Kill the Mind to Reveal the Sahaja – Mahasiddha Tilopa

Tilopa Sahaja

These words are from the Dohakosha of the great Indian Mahasiddha Tilopa. He lived around 10th/11th CE in Bengal. Tilopa’s sahajīya poetry – his dohas, are composed in Apabhramsha, a dialect spoken those days in the North Indian plains which is one of the precursors of modern day Hindi.

māraha citta ṇivvāṇeṃ haṇiā

tihuaṇa suṇṇa ṇirañjaṇa pasiā

Kill the mind !

Having destroyed it with nirvāna,

Enter the undefiled [wisdom of]

The emptiness of the triple world.

– Mahasiddha Tilopa

Explanation of the verses

The mind which is caught in the net of myriad concepts is the mind of samsara – going weary in its confused pursuits. This samsaric mind is annihilated when wisdom (prajna) blazes high and reveals the emptiness (sunyata) of all these concepts. Nirvana is the annihilation of this mind of confusion (vibhrānta citta). With nirvana Tilopa Sahajathere is the undefiled wisdom (nirañjana jnana) of the empty (sunya) nature of the three worlds. Then, though the three worlds appear with all its vividness, they are seen to be illusory and empty of essence. The myriad displays of the phenomenal world is no more powerful in entrapping one in myriad concepts. Then, the co-arisen wisdom (sahaja jnana) – the inborn wisdom of the original nature of mind – can no longer be overpowered.

Sahaja means the co-arisen. Particularly, it refers to the stainless wisdom that is the very nature of mind. Ordinarily, we miss to recognize that nature of mind and wanders in contrived and distorted states of mind in Samsara. The Yogi recognizes the Sahaja which is non-dualistic (advaya) and non-abiding (apratisthitha).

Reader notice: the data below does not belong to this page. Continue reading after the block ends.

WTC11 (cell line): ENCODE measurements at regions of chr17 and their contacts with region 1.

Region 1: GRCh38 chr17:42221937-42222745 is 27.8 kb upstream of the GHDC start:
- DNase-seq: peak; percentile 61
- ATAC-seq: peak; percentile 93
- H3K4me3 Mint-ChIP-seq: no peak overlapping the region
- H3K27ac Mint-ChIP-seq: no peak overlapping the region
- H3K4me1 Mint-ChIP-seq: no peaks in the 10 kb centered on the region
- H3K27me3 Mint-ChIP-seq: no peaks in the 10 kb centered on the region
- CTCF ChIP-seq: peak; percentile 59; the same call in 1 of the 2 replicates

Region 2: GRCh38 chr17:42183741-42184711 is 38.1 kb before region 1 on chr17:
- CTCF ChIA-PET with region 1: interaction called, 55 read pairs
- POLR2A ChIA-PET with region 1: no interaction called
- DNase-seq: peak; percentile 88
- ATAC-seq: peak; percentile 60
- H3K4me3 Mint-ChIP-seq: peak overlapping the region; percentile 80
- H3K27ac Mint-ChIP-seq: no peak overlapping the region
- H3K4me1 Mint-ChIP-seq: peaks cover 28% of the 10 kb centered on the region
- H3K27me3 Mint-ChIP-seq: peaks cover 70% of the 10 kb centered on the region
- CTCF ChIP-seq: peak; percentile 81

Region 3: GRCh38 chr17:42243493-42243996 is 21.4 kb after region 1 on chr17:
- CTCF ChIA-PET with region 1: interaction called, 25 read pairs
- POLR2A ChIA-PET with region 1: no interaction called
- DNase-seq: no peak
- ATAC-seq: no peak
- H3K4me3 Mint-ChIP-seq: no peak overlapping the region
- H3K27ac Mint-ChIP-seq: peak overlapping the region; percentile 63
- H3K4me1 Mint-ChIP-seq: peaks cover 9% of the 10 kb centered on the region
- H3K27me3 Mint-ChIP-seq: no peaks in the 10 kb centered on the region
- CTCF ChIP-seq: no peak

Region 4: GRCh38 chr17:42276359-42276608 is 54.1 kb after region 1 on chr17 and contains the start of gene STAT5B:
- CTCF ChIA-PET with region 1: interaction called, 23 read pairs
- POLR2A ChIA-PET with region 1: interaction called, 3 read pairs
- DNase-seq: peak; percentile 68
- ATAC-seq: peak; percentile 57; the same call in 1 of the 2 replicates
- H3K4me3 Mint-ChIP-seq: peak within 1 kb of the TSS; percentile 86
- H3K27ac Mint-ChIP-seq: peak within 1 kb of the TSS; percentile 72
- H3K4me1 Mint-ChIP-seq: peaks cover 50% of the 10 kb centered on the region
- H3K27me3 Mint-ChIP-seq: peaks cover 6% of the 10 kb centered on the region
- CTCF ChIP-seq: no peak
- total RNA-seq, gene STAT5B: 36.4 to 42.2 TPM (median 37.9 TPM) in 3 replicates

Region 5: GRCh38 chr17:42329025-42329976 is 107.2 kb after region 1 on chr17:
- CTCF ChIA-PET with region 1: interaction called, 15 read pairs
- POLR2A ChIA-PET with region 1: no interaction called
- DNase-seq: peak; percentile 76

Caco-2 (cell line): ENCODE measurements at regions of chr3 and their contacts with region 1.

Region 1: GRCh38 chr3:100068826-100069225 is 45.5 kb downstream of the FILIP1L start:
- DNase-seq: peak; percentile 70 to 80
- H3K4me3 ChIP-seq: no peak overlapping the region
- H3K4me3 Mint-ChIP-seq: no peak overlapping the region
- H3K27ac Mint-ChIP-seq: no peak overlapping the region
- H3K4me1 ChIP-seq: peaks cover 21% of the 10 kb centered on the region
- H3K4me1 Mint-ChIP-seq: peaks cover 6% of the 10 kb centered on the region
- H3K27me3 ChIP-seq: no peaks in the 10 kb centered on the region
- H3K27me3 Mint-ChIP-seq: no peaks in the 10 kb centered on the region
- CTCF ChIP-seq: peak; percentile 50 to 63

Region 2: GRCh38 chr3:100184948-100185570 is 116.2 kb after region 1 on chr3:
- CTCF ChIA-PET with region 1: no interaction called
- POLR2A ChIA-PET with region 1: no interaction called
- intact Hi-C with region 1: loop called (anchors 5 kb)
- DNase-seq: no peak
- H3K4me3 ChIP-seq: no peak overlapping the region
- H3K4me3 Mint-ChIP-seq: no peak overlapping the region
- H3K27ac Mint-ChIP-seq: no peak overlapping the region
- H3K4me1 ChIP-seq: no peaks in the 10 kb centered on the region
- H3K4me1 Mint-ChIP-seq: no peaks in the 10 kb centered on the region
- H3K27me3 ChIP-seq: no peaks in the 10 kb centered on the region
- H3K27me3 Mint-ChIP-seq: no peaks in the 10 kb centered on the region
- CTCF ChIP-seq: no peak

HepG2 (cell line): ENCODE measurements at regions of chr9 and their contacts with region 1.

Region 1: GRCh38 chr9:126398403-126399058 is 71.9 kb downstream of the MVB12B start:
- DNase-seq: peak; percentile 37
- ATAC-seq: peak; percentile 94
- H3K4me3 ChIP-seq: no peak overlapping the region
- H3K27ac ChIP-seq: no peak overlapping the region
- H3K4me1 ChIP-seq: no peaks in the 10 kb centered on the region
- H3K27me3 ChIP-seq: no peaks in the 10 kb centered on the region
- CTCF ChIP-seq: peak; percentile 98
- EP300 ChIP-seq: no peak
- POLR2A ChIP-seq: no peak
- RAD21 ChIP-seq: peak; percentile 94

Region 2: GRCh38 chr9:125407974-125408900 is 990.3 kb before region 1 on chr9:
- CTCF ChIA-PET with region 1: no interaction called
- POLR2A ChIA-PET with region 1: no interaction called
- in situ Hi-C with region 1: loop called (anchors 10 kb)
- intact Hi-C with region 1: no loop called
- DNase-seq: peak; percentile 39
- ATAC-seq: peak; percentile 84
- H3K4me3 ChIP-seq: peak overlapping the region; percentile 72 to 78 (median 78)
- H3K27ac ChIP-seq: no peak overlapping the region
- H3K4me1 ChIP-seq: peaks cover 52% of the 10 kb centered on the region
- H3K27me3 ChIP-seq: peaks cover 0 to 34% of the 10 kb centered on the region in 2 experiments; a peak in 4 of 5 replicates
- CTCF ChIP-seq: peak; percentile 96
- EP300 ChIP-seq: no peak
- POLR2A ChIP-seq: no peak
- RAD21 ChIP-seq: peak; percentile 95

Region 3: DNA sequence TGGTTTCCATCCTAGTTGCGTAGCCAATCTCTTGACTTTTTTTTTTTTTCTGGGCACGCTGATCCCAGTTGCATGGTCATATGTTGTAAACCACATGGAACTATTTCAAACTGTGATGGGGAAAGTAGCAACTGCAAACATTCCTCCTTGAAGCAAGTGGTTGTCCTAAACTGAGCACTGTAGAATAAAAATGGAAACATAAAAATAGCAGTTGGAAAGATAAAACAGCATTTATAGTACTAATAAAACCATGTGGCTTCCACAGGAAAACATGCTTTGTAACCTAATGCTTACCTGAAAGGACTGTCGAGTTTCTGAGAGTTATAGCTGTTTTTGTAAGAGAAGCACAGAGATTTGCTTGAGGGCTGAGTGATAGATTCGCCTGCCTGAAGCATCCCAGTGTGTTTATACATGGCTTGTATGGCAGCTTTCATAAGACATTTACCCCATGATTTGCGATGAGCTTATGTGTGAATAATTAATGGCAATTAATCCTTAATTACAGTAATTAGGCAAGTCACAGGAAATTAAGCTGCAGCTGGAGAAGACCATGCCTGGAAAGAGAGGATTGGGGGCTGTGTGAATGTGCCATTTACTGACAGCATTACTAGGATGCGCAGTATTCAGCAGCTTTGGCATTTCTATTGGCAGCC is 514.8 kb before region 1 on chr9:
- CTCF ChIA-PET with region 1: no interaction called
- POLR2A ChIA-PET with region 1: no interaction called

About Mahasiddha Tilopa

Born in Bengal Tilopa entered the Mahayana Buddhist Monastery of Somapura which was also a centre of Vajrayana practice. His main gurus are said to be Nagarjuna, Krishnacarya, Lavapa and a yogini named Subhagini. Later he leaves monastery and lives among the Candalas. Some records say that he stayed and practiced in the banks of Ganga in the North and the charnel grounds of Kanchi in South India. Tilopa pounded sesame, producing sesame oil. His name is supposedly derived from that (til – sesame). Living that way he attained sahaja jnana.

Later when he started teaching, he made his life into his message, which is in essence –

Just as how till oil is hidden in till as an essence, Sahaja jnana is hidden in our own mind.

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